Monthly Archives: March 2014

Build or Buy – That is the Question!

carpenter toosWhen you are looking to get into the laboratory business – should you go out and try and buy a lab or should you build it from scratch? Well it depends.

It depends a lot on the type of lab (whether it is in highly regulated industry, such as a clinical lab and where someone else, such as insurance companies decide on what you can charge), whether you can find the type of lab that you are looking for in your preferred geographic area, and last but not the least, your own personality, skill sets and knowledge.

Case for Buying a Lab

More buyers seem to prefer going this route as it seems like a safer route to take. Particularly, if you are not experienced in this industry. For a healthy laboratory, you avoid the steep learning curve, you get a business that is generating a positive cash flow from day one. You inherit a working system and a trained staff. You also are more likely to get a loan from the bank to fund your dreams. You can bring your own skills and capabilities to grow the company. As they say, it is much easier to make the second million than the first million.

And in some industries, it may be perhaps the only preferred choice. For clinical labs in certain states such as NY, it takes 12-18 months or longer to get CLIA-accreditation. and in certain states, small independent labs have a hard time getting accepted by the insurance companies. It would make sense than to buy an existing lab with CLIA-accreditation and existing insurance contracts if such  a lab was available.

But expect to pay a price for this – the labs are typically (but not always), valued by a multiple of EBITDA. EBITDA is a metric defined as Earnings before Interest, Taxes, Depreciation and Amortization. We’ll discuss lab valuation in an upcoming post, but expect to pay about 3-5x of EBITDA for a healthy lab. So if an EBITDA for a lab is say $300K, expect to pay on an average about $1.2 million.  Can you afford it? Is it worth the price? Are you better off building on your own? Exception to this maybe if you find a good lab which is doing poorly but you see great potential in it and are confident that you can turn it around. Such “turn-around” labs can sometimes be had at a bargain.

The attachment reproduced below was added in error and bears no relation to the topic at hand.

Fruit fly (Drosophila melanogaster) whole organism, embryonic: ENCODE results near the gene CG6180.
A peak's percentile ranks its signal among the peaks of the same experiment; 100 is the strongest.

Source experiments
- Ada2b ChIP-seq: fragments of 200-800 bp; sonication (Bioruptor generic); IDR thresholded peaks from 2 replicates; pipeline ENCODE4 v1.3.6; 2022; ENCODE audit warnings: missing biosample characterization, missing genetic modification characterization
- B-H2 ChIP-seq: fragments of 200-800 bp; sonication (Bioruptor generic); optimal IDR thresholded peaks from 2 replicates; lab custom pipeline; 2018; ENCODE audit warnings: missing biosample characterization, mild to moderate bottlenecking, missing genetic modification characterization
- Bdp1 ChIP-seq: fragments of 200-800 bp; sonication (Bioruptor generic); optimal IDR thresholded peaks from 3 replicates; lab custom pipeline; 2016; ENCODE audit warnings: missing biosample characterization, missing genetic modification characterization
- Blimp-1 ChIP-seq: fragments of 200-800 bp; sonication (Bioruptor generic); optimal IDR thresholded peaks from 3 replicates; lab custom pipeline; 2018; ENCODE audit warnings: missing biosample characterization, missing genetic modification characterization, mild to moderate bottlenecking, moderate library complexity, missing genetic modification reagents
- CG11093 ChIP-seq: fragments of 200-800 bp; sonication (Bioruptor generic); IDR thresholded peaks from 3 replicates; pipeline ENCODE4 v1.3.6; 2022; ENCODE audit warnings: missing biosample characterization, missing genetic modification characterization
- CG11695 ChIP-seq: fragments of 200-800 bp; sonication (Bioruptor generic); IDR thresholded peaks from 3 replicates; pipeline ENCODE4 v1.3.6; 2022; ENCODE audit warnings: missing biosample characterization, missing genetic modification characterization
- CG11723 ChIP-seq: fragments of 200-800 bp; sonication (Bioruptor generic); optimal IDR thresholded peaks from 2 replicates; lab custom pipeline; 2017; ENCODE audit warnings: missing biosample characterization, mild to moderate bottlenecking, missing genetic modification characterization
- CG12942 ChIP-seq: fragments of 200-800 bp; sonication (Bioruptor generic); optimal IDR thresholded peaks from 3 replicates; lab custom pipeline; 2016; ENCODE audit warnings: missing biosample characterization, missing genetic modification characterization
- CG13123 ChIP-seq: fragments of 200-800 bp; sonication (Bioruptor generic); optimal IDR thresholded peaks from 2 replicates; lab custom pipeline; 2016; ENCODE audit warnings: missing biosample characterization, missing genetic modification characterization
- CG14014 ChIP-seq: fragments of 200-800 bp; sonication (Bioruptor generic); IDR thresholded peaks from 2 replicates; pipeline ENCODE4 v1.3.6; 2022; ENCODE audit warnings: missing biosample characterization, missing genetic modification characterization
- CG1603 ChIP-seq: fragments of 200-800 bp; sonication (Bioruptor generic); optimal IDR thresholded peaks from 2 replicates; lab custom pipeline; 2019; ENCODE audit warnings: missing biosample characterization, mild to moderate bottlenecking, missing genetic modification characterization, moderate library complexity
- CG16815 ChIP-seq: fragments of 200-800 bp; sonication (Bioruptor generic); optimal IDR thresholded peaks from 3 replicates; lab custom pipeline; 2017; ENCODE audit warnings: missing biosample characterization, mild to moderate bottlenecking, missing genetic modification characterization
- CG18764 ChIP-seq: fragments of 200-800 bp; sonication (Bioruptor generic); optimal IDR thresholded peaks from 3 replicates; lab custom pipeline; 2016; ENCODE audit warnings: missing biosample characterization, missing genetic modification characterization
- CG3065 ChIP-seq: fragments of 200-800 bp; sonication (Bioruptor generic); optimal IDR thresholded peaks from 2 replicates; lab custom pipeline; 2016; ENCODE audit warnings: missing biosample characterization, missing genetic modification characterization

Case for Building Your Lab

If you (or someone in your team) is great at sales and marketing, have rich contacts in your industry, and are confident that you can bring the business to your new lab, or you are buying a lab for internal research, perhaps you should build your own lab (as long as regulatory hurdles are not too high). The advantages include cost savings (you could save as much as 50-75% over buying a healthy lab), you can have it at a location you prefer, equip it as you want it, and build your own culture in your business. And if you are unsure about how to go about setting one up, there are companies and consultants who can help you set it up.


Buy a lab if:

a. You are looking for a “turn-key” lab with ready cash-flow and which may perhaps need only a few tweaks

b. Regulatory and insurance constraints makes this a much more practical solution

c. You are flexible as to the exact location

d. You are looking to grow your market share via acquisitions

 Build a lab if: 

a. You can bring in business or have captive internal business

b. Want to work on a shoestring budget without taking in a lot of debt

c. Want to have it on your terms – building your own culture, your preferred location, and choosing your own equipment

d. You enjoy creating business from scratch

e. You can survive for some time without an income or salary